Experiments In Imagining Otherwise
“This book is written in the space of potential… It is intelligent, brave and challenging.”
Described as ‘a book of failure and mistakes’, Lola Olufemi’s second book, published by Hajar Press, encourages its reader to ‘imagine otherwise’. What is ‘otherwise’? It’s everything that this world is not: hope and possibility, all the detangling of the assumptions and authorities and awfulness we live in. Olufemi splices imaginative stories with poetry, with reflections, with lists of detention centres.
This isn’t an easy book. But why on earth should it be? What about the imagination should be easy? What in this world is? Instead, it is intelligent, brave and challenging. The reader is actively invited into the conversation. Of course we are. Imagining otherwise is a collaboration, as we are repeatedly reminded: ‘Fuck genius. Or anything other than what we make with many hands’; ‘there are no singular sparks to mass events – that was just the way they retold history in order to divide it into relevant sections’.
In ‘Red’, an exceptional story about revolt and chaos (shortlisted for the 2020 Wasafiri New Writing Prize for Fiction), we are told that ‘revolution is not a one-time event, it is always already happening; the question is, are you ready for it?’ It is always already happening. Stop waiting for the clear dividing line between now and then, the structure of the book tells its reader. The future is here, we are making the future now, reaching towards something. Can you dare to picture it?
Themes recur. Love, especially. Where is the place of love in revolution? As one character in these refracted pieces thinks ‘a political framework without revolutionary love was just another empty structure’. Olufemi writes elsewhere that ‘to stop recrudescence in its tracks, we will need more than just bread and roses and the anti-racist history of the party. maybe we will need the kind of love unconnected to muscles in the chest. maybe we already know what to do’. That maybe is important. This book is written in the space of potential.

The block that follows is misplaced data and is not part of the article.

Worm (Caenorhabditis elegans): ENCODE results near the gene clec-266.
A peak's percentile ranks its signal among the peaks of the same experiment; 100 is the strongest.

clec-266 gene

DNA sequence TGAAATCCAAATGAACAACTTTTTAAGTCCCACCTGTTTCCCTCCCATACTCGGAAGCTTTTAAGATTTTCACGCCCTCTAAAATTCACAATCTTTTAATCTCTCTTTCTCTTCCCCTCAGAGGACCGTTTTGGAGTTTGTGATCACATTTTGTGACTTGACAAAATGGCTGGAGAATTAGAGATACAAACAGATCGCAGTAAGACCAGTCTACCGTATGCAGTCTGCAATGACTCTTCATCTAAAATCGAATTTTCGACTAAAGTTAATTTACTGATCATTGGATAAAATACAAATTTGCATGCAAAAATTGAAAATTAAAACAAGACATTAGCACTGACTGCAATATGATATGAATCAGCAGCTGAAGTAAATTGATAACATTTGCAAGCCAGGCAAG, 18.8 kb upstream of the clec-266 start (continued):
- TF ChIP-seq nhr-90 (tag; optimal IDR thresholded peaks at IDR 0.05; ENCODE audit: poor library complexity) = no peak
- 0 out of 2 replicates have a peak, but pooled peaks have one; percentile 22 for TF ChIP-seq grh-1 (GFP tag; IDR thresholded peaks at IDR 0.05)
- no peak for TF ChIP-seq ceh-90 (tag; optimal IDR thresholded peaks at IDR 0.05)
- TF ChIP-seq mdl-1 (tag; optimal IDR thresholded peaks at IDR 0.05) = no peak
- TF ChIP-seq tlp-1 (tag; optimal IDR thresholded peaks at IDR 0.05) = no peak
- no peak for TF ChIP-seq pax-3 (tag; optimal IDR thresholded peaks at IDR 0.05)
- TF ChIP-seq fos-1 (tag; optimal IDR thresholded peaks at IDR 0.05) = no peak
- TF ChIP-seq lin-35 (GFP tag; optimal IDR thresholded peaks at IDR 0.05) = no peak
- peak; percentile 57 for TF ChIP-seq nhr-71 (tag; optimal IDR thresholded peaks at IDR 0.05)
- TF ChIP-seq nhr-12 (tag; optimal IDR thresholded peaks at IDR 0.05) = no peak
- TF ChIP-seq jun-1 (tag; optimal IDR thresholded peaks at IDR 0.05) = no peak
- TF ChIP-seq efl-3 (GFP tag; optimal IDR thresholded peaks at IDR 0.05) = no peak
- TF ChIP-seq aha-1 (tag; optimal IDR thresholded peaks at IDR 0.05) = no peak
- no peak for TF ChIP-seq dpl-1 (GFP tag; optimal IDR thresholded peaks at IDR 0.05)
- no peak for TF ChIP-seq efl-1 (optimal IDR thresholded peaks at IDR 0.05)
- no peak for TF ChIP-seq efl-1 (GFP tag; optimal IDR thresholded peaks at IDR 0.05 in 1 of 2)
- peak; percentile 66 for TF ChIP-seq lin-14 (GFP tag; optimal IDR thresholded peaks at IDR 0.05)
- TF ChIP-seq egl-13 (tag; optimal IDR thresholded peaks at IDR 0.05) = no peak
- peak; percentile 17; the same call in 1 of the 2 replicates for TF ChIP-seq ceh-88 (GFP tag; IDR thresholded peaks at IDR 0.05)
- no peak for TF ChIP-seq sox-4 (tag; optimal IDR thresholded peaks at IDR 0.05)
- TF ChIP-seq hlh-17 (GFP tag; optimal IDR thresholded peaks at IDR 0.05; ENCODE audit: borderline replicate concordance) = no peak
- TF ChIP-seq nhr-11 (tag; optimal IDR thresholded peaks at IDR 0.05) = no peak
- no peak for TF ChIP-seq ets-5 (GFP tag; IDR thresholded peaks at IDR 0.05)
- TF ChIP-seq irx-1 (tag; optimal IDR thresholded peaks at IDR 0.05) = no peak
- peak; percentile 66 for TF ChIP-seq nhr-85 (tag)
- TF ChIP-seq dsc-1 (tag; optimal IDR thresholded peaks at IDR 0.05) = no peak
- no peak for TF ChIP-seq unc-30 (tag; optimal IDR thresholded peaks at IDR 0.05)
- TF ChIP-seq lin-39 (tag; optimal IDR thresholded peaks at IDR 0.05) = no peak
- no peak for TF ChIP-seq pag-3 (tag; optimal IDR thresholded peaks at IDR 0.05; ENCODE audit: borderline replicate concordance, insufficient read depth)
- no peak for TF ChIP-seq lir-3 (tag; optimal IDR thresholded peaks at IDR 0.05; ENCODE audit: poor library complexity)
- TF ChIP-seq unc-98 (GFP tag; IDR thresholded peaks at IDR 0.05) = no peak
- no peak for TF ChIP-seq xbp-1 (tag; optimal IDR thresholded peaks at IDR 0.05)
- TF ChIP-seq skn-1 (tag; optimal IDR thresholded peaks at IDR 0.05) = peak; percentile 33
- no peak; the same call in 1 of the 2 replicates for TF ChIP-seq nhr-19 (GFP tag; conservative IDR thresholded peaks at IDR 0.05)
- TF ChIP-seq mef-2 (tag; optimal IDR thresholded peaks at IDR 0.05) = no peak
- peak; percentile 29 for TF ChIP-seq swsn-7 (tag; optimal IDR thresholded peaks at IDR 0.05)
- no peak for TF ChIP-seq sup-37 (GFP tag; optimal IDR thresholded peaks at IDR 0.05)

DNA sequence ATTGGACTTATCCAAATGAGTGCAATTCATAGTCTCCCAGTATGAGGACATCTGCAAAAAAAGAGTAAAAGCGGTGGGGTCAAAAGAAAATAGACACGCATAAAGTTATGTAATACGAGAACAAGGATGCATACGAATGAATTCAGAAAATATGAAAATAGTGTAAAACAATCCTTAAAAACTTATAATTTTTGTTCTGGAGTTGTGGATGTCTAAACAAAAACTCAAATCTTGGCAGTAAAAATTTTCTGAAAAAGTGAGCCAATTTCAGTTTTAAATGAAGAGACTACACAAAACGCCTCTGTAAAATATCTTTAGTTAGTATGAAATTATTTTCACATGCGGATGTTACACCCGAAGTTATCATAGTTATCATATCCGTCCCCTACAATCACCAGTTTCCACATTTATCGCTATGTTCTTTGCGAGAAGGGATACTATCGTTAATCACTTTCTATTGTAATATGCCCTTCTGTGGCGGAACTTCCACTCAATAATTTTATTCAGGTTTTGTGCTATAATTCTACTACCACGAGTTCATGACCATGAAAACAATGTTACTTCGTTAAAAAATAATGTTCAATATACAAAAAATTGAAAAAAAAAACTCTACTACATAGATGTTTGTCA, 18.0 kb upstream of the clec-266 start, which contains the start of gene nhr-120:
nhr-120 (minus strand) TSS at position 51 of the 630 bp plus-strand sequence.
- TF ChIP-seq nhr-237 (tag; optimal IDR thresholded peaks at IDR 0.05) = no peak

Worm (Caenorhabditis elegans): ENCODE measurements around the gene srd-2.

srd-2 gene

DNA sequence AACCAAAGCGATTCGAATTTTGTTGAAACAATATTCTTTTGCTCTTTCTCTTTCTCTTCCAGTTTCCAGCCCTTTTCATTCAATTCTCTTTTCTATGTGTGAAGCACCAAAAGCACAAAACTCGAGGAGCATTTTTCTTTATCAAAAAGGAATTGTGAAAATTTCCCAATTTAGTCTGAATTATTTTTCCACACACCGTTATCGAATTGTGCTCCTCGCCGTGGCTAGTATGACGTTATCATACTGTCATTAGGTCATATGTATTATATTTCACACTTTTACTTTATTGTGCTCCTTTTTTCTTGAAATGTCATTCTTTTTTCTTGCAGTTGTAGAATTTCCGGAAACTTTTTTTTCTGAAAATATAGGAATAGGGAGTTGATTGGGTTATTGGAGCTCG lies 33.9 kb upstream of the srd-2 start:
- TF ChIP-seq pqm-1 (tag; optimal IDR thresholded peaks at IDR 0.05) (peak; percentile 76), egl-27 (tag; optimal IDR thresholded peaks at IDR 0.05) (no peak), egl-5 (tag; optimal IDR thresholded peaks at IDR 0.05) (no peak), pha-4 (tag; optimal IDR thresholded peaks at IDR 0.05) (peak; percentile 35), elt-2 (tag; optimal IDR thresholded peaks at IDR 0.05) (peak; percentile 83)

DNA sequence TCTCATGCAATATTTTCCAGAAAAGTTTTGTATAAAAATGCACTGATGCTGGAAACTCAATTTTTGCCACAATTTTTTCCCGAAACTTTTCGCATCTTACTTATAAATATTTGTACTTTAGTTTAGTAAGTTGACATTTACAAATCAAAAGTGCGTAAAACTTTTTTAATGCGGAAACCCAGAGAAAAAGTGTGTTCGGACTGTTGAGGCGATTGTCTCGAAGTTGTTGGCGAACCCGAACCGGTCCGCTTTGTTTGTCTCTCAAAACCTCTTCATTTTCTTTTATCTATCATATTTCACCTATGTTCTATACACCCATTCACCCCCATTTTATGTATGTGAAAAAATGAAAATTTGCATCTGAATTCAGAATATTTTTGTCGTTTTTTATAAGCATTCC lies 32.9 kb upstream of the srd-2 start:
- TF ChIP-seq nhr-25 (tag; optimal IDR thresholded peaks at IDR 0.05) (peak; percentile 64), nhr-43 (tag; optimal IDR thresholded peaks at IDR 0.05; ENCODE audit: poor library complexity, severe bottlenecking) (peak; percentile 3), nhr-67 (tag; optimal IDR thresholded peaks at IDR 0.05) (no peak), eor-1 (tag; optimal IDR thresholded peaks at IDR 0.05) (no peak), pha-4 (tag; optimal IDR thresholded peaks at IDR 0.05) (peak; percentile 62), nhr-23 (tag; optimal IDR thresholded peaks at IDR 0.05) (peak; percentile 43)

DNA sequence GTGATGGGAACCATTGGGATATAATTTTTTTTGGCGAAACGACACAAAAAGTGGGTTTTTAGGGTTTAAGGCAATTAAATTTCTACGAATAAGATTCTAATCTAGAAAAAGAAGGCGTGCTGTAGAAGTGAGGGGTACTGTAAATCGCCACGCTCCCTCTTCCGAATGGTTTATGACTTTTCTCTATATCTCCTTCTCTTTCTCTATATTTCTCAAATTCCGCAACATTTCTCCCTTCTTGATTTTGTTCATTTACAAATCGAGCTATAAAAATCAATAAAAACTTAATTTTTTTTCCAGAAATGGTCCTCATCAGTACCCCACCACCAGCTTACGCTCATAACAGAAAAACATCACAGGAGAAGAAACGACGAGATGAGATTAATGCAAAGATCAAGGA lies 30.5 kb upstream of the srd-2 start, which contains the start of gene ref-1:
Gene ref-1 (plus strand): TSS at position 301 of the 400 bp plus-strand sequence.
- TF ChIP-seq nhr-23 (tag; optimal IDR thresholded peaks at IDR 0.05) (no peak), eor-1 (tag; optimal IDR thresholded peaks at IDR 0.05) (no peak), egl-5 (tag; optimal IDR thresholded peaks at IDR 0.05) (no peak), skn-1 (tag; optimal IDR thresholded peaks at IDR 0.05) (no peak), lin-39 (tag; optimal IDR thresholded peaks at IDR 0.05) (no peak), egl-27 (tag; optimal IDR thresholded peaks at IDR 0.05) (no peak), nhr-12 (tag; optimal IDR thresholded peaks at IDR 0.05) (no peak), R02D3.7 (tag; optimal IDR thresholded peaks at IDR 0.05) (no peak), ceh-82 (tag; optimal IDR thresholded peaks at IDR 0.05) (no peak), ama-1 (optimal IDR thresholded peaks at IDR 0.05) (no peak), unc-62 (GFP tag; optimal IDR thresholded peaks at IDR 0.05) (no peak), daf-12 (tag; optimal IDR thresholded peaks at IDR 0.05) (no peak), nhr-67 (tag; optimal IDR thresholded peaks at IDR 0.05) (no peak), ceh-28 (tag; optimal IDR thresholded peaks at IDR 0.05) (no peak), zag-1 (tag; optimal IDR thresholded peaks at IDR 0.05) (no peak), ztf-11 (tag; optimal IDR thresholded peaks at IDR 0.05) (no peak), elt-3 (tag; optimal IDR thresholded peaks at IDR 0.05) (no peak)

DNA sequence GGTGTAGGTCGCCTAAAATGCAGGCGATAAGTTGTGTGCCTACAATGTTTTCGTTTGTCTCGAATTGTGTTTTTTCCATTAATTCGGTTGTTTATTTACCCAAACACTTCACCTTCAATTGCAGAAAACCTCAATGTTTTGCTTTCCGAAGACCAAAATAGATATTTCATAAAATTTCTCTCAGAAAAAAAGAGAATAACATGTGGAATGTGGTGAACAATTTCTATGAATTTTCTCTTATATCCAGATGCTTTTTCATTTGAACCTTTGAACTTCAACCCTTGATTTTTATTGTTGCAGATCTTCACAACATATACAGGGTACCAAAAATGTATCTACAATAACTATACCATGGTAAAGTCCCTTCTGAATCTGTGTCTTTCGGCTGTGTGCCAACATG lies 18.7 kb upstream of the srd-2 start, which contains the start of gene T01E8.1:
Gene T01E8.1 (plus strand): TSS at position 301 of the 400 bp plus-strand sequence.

It is introduced to us with an acknowledgement of the amount of needless deaths we have witnessed over the past two years. ‘I don’t believe writing has the power to do anything grand enough to help us. I would just like a space to set down my despair. (This is not a book about despair.)’ On the contrary, it is so hopeful – it strikes me as so brave, to look squarely at atrocity and say maybe we already know what to do. The narrator of one story says of its revolutionaries: ‘do not get me wrong – they failed and failed and failed, but failure did not mark the path of eventuality.’ Elsewhere, Olufemi writes: ‘we are going to lose / of course. our political project is not a finishing line to be crossed every other decade.’
This book asks: isn’t it terrifying to step blindly into a future with no map, where you have torn everything down? (‘This was not a new beginning. It was an opening brought about by demolition.’) And isn’t it exhilarating?
Words: Alice Wickenden